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What are difference between the Yoga practiced in Hinduism and Meditation practiced by Buddhism? Does they differ by principles and practice, or they are same?

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We may all be travelling on roads (and cross each other’s paths) but our goals determine where we will end up eventually. I believe it is the same for meditation practices whether it is Hindu, Taoist, Native American Indian, Catholic, Shinto or Buddhist.

So, what is the goal of Yoga practice? Is it Kaivalya or Moksha? Are they the same? Even Moksha seems to have slightly different meanings in various schools of Hinduism. Is it union with Brahman? Liberation from life and death i.e. rebirth? A state of perfection?

I am not a Hindu so I am not familiar with the concept of Moksha other than what I had read on the Internet. For Buddhists, the goal of meditation can be answered by following the Buddha’s own struggles and experiences in meditation. He started by learning meditation from Alara Kalama then Uddaka Rāmaputta but left both teachers because he could not find what he was searching for. Eventually, he came upon the meditation practice that would allow him to attain liberation from suffering i.e. Nirvana.

I recall once, when my father the Sakyan was working, and I was sitting in the cool shade of a rose-apple tree, then—quite secluded from sensuality, secluded from unskillful qualities—I entered & remained in the first jhāna: rapture & pleasure born of seclusion, accompanied by directed thought & evaluation. Could that be the path to awakening?

So, if your goal as a yogi is the same as the Buddha, then the meditation principle and practice would be the same.

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  • We could try to find a new road that leads to the same place where the Buddha discovered. Alternatively, we could simply follow the path taken by the Buddha. ;-)
    – Desmon
    Mar 8 at 2:29
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There are many kinds of Hindu meditation methods and many kinds of Buddhist meditations too.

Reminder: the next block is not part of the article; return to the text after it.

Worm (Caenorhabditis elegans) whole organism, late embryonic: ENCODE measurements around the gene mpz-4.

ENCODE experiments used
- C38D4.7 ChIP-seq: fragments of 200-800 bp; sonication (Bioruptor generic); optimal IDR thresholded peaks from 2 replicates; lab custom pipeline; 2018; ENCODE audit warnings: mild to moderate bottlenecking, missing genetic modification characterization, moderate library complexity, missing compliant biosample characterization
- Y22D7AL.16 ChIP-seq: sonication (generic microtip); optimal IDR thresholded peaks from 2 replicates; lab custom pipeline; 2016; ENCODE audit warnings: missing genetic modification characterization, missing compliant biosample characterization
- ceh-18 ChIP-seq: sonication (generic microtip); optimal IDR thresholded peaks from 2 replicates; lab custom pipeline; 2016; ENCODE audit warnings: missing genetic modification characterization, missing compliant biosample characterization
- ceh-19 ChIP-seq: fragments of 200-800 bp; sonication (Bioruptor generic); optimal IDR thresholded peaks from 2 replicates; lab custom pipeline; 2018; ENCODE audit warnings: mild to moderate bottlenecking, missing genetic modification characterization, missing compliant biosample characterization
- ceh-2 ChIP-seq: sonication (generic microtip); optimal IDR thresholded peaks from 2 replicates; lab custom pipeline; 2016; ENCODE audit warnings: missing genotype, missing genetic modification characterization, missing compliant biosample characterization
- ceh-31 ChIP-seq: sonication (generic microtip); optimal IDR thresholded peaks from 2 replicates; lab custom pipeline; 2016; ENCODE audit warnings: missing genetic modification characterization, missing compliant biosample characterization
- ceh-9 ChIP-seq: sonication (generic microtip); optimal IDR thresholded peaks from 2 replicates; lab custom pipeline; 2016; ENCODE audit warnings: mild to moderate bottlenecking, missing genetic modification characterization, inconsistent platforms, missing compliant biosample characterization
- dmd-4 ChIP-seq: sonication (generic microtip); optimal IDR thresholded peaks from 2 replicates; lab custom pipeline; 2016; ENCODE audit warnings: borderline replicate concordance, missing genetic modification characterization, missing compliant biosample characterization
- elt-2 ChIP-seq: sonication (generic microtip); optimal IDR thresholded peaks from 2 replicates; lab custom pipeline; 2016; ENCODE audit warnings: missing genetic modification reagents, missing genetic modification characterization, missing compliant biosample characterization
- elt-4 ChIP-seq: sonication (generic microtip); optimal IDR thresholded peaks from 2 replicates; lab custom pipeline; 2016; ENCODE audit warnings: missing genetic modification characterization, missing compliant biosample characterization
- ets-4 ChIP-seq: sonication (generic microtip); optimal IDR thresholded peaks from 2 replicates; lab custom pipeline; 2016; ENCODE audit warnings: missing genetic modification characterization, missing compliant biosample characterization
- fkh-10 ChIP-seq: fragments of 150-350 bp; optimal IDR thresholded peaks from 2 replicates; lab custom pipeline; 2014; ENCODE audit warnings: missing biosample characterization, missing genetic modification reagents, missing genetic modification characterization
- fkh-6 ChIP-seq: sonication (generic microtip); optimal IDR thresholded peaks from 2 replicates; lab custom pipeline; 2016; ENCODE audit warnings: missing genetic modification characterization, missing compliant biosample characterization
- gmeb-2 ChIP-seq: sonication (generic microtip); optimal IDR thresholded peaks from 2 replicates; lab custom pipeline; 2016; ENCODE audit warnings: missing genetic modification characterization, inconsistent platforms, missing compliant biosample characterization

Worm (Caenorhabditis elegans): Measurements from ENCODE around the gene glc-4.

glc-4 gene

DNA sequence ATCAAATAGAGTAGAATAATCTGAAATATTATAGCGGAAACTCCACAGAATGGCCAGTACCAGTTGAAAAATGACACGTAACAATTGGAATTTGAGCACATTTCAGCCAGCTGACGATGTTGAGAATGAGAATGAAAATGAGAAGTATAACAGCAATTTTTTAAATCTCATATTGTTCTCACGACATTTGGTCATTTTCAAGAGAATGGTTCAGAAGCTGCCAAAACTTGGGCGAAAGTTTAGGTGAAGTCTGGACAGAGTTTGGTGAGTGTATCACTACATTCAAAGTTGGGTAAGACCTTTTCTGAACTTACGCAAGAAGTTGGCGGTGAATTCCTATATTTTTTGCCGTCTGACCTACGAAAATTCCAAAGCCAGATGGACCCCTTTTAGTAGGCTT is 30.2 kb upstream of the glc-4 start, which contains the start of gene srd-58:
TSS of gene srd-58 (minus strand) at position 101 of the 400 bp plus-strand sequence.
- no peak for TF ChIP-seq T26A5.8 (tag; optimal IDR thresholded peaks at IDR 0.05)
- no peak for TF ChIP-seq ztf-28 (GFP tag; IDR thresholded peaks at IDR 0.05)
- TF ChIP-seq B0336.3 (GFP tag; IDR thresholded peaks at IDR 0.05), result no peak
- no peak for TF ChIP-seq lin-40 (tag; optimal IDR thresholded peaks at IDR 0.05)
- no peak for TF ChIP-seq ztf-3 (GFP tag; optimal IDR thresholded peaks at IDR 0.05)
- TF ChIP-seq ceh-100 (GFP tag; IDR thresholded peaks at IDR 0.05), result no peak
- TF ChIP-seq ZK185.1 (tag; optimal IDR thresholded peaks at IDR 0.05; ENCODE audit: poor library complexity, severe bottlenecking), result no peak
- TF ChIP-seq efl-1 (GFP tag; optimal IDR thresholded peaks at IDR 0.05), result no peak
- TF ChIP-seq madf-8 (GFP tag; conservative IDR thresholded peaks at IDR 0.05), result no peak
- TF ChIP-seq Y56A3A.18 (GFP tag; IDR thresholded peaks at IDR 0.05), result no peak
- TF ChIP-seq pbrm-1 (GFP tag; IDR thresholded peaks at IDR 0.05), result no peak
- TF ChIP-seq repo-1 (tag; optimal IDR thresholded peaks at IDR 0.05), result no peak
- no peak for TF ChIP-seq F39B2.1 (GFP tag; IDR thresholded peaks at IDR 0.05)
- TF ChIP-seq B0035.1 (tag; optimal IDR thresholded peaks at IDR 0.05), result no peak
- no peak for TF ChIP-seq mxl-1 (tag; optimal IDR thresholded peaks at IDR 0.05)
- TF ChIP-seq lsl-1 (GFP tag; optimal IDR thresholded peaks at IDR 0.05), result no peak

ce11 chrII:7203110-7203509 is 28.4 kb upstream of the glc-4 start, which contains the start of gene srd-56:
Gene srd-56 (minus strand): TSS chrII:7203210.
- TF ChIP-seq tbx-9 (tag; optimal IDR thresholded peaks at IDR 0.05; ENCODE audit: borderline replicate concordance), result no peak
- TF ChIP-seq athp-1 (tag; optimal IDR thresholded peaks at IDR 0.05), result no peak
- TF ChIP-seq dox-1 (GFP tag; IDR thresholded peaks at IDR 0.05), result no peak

Tibetan Buddhism has tantric meditation with a lot of similarity to Hindu Yoga meditation, and perhaps it even borrowed from it.

So, let me restrict myself to meditation in the Theravada tradition, based on the Pali Canon.

There are two main types of techniques. One is samatha or tranquility meditation. The other is vipassana or insight. Of course, there are also other minor meditation techniques like metta bhavana and body scanning.

For samatha, it's either based on breath or kasinas. The objective is to develop deep concentration and reach jhana levels. This would be quite similar to techniques found in Hinduism. Hindu yogis have achieved this.

For vipassana, this is said to be the unique method discovered by the Buddha for understanding the relationship between mind and body, as well as understanding the nature of the mind, without the need for atman. The four noble truths and dependent origination can be realized this way. This is not in Hinduism, as far as I know.

Both samatha and vipassana are required to achieve the Buddhist liberation of Nirvana.

If you want to look at distant planets and stars, you need to adjust the telescope settings and parameters, and point it at the right direction in the sky. Samatha is like the adjustment of the telescope settings, to calibrate its zoom, focus and to make it steady. Vipassana is like the pointing of the telescope to the right subject of observation. Both are needed.

On the other hand, Hindu yoga meditation has more tantric elements like meditation on the chakras and kundalini awakening. These are not found in Theravada, but it may be found in Tibetan Buddhism/ Vajrayana.

That said, you should keep in mind that liberation in Hinduism and Buddhism mean different things.

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    I am surprised to your answer. You have given a clear insight to others. It's cool to see answers like this. Thanks. As a theravada buddhist, I think this should be the accepted answer.
    – Pycm
    Mar 9 at 4:26

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